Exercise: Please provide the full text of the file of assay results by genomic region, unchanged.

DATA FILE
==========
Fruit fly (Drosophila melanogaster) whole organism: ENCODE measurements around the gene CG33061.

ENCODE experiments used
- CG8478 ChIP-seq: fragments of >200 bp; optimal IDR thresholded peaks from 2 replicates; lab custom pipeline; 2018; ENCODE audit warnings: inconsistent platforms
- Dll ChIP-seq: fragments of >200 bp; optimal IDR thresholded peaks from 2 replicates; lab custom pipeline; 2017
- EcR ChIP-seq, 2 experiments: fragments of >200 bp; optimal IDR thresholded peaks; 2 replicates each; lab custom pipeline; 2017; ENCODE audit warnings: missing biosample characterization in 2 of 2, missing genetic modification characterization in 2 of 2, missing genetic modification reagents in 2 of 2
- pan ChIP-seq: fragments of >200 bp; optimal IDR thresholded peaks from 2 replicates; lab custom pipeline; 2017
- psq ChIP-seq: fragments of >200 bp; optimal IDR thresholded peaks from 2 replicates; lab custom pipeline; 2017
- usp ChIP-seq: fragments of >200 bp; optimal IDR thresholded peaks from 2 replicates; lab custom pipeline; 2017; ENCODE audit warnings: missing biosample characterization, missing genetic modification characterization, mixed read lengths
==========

Fruit fly (Drosophila melanogaster) whole organism: ENCODE measurements around the gene CG33061.

ENCODE experiments used
- CG8478 ChIP-seq: fragments of >200 bp; optimal IDR thresholded peaks from 2 replicates; lab custom pipeline; 2018; ENCODE audit warnings: inconsistent platforms
- Dll ChIP-seq: fragments of >200 bp; optimal IDR thresholded peaks from 2 replicates; lab custom pipeline; 2017
- EcR ChIP-seq, 2 experiments: fragments of >200 bp; optimal IDR thresholded peaks; 2 replicates each; lab custom pipeline; 2017; ENCODE audit warnings: missing biosample characterization in 2 of 2, missing genetic modification characterization in 2 of 2, missing genetic modification reagents in 2 of 2
- pan ChIP-seq: fragments of >200 bp; optimal IDR thresholded peaks from 2 replicates; lab custom pipeline; 2017
- psq ChIP-seq: fragments of >200 bp; optimal IDR thresholded peaks from 2 replicates; lab custom pipeline; 2017
- usp ChIP-seq: fragments of >200 bp; optimal IDR thresholded peaks from 2 replicates; lab custom pipeline; 2017; ENCODE audit warnings: missing biosample characterization, missing genetic modification characterization, mixed read lengths